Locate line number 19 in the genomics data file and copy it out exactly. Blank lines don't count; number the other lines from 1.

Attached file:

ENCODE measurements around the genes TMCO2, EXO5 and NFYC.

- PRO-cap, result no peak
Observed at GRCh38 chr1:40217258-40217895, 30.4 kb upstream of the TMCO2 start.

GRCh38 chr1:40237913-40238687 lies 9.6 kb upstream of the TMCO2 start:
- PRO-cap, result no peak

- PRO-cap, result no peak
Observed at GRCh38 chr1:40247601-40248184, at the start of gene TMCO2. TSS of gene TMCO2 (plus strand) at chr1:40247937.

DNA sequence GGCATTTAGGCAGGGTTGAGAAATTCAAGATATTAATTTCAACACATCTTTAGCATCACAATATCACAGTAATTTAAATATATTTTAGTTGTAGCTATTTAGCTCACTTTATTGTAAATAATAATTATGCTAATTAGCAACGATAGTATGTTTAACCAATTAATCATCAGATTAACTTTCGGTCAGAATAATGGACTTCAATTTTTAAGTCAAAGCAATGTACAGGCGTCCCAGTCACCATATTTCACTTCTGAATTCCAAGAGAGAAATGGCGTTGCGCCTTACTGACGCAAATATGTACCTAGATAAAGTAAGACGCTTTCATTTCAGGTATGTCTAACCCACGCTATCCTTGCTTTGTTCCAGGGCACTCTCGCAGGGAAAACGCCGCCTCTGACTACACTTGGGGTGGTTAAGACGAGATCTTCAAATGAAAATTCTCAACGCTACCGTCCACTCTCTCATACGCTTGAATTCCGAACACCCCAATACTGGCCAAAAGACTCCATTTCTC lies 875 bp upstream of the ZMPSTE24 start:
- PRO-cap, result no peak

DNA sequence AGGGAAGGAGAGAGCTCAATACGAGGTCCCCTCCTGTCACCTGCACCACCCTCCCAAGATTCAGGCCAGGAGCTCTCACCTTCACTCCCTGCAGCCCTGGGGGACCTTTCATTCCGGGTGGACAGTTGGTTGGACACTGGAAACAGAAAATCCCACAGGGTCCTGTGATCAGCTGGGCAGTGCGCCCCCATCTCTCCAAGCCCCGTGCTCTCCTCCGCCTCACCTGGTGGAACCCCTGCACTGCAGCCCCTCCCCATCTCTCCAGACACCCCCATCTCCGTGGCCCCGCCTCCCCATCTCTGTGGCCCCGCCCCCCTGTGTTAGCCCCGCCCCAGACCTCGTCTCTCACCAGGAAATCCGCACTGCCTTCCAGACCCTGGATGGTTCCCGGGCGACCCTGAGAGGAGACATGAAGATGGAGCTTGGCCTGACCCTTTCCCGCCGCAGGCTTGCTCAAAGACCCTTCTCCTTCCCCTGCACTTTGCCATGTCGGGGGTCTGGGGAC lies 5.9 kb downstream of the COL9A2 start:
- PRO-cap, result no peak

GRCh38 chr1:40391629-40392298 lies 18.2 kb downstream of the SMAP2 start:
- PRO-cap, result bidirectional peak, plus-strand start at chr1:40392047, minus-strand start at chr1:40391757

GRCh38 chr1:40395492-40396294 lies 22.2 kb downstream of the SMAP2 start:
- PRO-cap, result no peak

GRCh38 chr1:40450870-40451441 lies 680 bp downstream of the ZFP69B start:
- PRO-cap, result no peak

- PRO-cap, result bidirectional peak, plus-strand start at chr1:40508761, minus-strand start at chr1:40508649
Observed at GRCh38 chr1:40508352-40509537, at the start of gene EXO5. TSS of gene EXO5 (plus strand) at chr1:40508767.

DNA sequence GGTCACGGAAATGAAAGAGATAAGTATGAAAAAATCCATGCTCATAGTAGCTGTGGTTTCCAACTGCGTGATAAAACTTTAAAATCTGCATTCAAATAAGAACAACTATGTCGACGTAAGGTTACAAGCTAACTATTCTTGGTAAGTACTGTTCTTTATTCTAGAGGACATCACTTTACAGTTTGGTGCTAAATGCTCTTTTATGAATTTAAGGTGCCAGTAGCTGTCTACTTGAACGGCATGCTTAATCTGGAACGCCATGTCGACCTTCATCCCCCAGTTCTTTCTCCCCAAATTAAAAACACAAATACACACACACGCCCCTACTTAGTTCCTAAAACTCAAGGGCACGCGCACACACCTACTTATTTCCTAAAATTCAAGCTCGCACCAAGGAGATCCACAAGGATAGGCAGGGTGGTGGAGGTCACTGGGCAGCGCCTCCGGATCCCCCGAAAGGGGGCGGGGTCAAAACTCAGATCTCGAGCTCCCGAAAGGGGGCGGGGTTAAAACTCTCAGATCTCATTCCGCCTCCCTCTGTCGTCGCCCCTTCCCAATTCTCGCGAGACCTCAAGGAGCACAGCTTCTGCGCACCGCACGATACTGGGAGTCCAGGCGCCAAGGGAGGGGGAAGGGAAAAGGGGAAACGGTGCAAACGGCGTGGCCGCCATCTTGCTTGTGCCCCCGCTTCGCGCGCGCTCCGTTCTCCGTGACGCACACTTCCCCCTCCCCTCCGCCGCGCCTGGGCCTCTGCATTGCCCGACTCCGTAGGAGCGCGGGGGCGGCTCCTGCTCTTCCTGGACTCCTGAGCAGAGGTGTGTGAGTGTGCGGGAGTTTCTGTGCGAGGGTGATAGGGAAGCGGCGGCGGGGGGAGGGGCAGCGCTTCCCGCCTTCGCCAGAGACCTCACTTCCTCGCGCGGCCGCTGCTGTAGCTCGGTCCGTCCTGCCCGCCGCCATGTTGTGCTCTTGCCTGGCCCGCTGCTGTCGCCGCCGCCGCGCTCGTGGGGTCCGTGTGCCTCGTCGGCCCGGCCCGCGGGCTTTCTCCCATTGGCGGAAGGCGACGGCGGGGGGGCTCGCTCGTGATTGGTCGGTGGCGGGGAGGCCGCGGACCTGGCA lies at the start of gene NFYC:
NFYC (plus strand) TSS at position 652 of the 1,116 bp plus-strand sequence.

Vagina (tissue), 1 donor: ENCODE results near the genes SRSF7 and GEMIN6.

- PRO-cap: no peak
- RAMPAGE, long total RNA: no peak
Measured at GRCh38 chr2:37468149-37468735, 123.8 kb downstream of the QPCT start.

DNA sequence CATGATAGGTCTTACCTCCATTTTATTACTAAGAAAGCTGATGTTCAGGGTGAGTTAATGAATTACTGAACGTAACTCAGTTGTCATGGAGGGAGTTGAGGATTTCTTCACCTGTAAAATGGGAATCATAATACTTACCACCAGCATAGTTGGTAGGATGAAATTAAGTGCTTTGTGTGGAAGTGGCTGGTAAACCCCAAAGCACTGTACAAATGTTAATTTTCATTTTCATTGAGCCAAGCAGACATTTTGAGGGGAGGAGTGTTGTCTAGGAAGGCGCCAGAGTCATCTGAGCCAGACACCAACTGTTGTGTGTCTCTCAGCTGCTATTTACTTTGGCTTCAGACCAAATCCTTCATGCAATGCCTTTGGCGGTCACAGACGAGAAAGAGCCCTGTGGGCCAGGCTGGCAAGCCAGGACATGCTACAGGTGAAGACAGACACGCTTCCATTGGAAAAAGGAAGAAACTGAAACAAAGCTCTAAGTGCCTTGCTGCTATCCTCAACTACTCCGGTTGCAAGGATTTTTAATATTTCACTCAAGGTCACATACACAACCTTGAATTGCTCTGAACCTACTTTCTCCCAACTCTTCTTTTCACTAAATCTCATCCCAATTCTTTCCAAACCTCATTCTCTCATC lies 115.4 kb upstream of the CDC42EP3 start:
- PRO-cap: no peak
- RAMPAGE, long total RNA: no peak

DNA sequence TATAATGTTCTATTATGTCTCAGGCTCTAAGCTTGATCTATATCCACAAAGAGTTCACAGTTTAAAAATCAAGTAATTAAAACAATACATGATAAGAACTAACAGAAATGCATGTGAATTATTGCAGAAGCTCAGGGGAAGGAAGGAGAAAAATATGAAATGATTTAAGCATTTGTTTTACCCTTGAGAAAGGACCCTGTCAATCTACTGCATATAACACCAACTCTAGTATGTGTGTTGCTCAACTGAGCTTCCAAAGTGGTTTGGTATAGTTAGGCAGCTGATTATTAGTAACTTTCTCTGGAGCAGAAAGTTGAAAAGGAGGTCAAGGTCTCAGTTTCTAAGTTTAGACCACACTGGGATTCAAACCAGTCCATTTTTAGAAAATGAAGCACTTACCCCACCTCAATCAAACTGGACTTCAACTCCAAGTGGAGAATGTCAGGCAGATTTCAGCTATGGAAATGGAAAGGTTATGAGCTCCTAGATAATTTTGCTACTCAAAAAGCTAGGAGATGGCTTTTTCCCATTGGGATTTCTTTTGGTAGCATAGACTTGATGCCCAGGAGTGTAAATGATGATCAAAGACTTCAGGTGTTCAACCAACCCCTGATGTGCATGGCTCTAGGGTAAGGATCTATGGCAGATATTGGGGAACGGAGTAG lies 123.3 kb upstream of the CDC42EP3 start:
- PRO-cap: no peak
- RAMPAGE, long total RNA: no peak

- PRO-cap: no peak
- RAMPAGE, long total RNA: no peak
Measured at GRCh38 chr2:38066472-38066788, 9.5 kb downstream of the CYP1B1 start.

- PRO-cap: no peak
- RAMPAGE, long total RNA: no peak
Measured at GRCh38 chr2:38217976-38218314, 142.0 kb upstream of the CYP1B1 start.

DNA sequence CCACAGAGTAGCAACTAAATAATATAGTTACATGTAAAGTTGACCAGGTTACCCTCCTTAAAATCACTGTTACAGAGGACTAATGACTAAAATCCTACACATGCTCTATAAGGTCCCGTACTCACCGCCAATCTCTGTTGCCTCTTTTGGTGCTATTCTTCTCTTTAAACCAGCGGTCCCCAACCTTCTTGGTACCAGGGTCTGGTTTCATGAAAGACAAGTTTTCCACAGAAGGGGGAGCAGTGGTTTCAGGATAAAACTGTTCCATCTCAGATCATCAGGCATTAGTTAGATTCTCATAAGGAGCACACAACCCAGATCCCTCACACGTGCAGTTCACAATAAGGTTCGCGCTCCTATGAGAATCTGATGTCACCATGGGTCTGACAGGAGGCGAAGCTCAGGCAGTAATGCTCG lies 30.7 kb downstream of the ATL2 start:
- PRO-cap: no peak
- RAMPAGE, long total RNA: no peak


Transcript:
Observed at GRCh38 chr1:40508352-40509537, at the start of gene EXO5. TSS of gene EXO5 (plus strand) at chr1:40508767.